Macaria: Or Altars of SacrificePaperback Library of Southern Civilization
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- Publisher: Louisiana State University Press
- Format: Paperback | 448 pages
- Dimensions: 155mm x 230mm x 30mm | 676g
- Publication date: 1 September 1992
- Publication City/Country: Baton Rouge
- ISBN 10: 0807116629
- ISBN 13: 9780807116623
- Illustrations note: port.
First published in 1864, Macaria; or, Altars of Sacrifice was the third novel of Augusta Jane Evans, one of the leading women writers of nineteenth-century domestic fiction. A wartime best seller, with more than twenty thousand copies in circulation in the print-starved Confederacy before the war's end, the novel was also extremely well received along the Union front, so much so that some northern officials thought it should be banned. Long out of print and largely unavailable until now, Macaria is a compelling narrative about women and war. In Macaria, Evans charts the journey of two southern women toward ultimate self-realization through their service in the war-torn Confederacy. Irene and Electra struggle to assert their independence and gain for themselves a place in southern society apart from their now-disrupted domestic roles. Discarding the traditional theme of romantic fulfillment, Evans skillfully crafts a novel about women compelled by the departure and death of so many southern men to find meaning in their own "single blessedness, " rather than in marriage. Thus Evans successfully subverts the characteristic form of women's fiction, that of the romance narrative, to create a "quest" narrative, more common in men's fiction. Macaria appealed directly and calculatedly to sentiments prevailing within its potential audience of southern women readers - acknowledging their fears of uselessness and of widowhood or spinsterhood, as well as their attraction to a new language of self-determination. In her perceptive introduction to this edition, Drew Gilpin Faust places the novel in the context of the concerns of Confederate nationalism and the contributions of women during the CivilWar. She shows that Evans, though a staunch supporter of the Confederacy and a wartime hospital volunteer, felt marginal to the war effort and, like many other women, bemoaned this fact in diaries and letters. It is from this aspect, the emergence of the literary woman, that Faust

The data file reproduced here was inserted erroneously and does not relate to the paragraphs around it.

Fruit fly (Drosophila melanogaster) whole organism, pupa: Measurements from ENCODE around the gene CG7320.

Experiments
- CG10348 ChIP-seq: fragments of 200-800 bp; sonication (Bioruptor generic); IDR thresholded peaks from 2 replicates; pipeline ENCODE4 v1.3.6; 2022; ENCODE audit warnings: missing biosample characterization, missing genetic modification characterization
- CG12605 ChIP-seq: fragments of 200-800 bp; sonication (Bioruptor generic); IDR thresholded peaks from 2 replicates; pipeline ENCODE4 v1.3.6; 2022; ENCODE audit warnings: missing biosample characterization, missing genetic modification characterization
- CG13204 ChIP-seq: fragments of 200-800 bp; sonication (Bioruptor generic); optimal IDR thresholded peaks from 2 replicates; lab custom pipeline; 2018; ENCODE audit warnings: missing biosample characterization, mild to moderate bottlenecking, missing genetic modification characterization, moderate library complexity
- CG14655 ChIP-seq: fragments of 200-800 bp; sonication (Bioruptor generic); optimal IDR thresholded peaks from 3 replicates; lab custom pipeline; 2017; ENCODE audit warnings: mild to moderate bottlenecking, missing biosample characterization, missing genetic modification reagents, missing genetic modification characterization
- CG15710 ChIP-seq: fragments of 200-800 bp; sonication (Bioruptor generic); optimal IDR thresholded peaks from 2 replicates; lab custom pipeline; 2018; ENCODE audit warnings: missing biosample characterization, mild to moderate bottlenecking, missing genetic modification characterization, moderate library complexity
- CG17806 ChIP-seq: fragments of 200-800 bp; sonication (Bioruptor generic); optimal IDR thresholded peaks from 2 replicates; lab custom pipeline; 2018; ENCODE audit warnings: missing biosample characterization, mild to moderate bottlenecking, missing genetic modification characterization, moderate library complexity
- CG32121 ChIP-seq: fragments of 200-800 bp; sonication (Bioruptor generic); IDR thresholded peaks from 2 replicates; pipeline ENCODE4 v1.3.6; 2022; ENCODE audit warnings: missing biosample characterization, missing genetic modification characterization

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Drew Gilpin Faust is Annenberg Professor of History at the University of Pennsylvania and the author of several books, including The Creation of Confederate Nationalism: Ideology and Identity in the Civil war South and James Henry Hammond and the Old South: A Design for Mastery, for which she received the Charles S. Sydnor Award.
Back cover copy
Evans charts the journey of two southern women toward ultimate self-realization through their service in the war-torn Confederacy. Discarding the theme of romantic fulfillment, Evans skillfully crafts a novel about women compelled by the departure and death of so many southern men to find meaning in their own 'single blessedness, ' rather than in marriage.